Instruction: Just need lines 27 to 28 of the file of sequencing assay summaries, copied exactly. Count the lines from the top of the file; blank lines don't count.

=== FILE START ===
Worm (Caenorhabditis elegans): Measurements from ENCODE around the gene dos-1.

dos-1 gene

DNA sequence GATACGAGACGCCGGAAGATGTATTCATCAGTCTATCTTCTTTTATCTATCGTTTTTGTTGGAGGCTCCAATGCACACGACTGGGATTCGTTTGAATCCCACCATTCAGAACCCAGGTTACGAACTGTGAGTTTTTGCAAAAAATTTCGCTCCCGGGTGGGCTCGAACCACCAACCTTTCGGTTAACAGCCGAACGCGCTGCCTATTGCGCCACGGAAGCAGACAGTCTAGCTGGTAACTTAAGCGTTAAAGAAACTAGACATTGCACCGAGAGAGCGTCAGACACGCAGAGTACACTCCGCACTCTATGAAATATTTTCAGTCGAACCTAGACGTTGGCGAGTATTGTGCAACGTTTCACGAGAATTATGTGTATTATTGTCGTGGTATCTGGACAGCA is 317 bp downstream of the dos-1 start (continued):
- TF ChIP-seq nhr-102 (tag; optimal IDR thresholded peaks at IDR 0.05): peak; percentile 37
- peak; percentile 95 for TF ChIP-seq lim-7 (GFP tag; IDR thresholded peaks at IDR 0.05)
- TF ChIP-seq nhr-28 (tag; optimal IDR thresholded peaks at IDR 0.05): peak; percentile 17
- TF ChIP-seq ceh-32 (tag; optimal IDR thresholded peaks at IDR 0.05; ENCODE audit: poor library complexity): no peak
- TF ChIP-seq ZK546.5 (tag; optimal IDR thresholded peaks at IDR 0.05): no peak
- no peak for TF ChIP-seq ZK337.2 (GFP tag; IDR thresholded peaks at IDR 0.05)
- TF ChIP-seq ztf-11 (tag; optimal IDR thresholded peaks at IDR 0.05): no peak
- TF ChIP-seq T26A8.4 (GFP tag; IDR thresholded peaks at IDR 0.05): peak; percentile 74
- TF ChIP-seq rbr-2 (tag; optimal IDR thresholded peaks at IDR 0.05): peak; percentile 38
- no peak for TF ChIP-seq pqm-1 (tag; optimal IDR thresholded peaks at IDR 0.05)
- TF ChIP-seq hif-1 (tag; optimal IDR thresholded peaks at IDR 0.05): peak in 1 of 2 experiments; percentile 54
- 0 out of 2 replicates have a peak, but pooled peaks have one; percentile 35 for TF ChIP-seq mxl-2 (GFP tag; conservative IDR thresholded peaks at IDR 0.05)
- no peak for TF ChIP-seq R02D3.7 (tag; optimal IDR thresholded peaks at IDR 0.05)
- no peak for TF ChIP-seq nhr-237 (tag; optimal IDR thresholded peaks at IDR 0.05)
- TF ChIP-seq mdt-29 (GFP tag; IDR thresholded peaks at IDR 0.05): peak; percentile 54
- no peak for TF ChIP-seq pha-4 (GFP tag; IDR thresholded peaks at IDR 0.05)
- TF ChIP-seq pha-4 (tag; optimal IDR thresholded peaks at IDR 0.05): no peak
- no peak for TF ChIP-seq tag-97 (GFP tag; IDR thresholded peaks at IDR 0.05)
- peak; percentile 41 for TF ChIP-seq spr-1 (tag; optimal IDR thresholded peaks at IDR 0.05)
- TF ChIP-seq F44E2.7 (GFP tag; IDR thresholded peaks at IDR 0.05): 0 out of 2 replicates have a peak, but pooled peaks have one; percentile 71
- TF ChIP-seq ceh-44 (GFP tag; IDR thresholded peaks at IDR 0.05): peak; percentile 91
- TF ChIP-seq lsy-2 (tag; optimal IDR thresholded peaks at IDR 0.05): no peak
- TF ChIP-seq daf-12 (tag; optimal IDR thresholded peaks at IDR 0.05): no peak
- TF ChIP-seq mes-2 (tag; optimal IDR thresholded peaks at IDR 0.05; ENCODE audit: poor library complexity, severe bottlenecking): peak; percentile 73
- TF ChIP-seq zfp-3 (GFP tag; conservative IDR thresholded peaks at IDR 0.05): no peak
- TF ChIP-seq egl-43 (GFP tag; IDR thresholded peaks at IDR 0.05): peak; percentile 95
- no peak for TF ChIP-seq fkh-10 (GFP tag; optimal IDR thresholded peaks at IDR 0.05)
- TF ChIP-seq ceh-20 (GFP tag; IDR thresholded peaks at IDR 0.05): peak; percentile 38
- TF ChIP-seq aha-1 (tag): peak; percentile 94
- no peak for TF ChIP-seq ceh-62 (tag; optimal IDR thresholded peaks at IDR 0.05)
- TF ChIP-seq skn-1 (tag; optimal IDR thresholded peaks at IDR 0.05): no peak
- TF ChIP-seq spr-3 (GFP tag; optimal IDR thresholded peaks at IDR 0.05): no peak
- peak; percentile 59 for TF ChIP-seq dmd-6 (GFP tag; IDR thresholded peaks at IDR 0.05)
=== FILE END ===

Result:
- TF ChIP-seq mes-2 (tag; optimal IDR thresholded peaks at IDR 0.05; ENCODE audit: poor library complexity, severe bottlenecking): peak; percentile 73
- TF ChIP-seq zfp-3 (GFP tag; conservative IDR thresholded peaks at IDR 0.05): no peak